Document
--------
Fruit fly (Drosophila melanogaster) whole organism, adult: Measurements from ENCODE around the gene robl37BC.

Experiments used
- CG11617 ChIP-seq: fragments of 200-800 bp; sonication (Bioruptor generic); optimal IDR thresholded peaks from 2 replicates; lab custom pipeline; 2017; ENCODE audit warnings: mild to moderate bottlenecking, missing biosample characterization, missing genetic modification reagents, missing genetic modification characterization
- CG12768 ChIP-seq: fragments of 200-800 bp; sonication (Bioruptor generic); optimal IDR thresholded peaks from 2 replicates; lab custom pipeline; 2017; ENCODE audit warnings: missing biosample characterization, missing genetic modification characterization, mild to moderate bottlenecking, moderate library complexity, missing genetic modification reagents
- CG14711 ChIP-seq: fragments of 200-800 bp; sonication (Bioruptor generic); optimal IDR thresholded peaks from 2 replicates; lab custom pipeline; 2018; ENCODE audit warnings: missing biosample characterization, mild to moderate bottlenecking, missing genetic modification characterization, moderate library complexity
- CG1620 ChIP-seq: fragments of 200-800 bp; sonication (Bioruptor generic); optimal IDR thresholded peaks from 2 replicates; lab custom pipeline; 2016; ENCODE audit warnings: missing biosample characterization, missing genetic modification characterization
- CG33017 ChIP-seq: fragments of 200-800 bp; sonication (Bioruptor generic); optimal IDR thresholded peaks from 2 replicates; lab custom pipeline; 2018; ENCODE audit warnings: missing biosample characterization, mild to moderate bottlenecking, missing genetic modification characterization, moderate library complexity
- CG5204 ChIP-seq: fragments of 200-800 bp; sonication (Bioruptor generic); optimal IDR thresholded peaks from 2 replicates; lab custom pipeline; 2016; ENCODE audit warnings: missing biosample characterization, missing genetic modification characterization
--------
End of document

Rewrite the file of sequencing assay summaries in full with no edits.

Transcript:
Fruit fly (Drosophila melanogaster) whole organism, adult: Measurements from ENCODE around the gene robl37BC.

Experiments used
- CG11617 ChIP-seq: fragments of 200-800 bp; sonication (Bioruptor generic); optimal IDR thresholded peaks from 2 replicates; lab custom pipeline; 2017; ENCODE audit warnings: mild to moderate bottlenecking, missing biosample characterization, missing genetic modification reagents, missing genetic modification characterization
- CG12768 ChIP-seq: fragments of 200-800 bp; sonication (Bioruptor generic); optimal IDR thresholded peaks from 2 replicates; lab custom pipeline; 2017; ENCODE audit warnings: missing biosample characterization, missing genetic modification characterization, mild to moderate bottlenecking, moderate library complexity, missing genetic modification reagents
- CG14711 ChIP-seq: fragments of 200-800 bp; sonication (Bioruptor generic); optimal IDR thresholded peaks from 2 replicates; lab custom pipeline; 2018; ENCODE audit warnings: missing biosample characterization, mild to moderate bottlenecking, missing genetic modification characterization, moderate library complexity
- CG1620 ChIP-seq: fragments of 200-800 bp; sonication (Bioruptor generic); optimal IDR thresholded peaks from 2 replicates; lab custom pipeline; 2016; ENCODE audit warnings: missing biosample characterization, missing genetic modification characterization
- CG33017 ChIP-seq: fragments of 200-800 bp; sonication (Bioruptor generic); optimal IDR thresholded peaks from 2 replicates; lab custom pipeline; 2018; ENCODE audit warnings: missing biosample characterization, mild to moderate bottlenecking, missing genetic modification characterization, moderate library complexity
- CG5204 ChIP-seq: fragments of 200-800 bp; sonication (Bioruptor generic); optimal IDR thresholded peaks from 2 replicates; lab custom pipeline; 2016; ENCODE audit warnings: missing biosample characterization, missing genetic modification characterization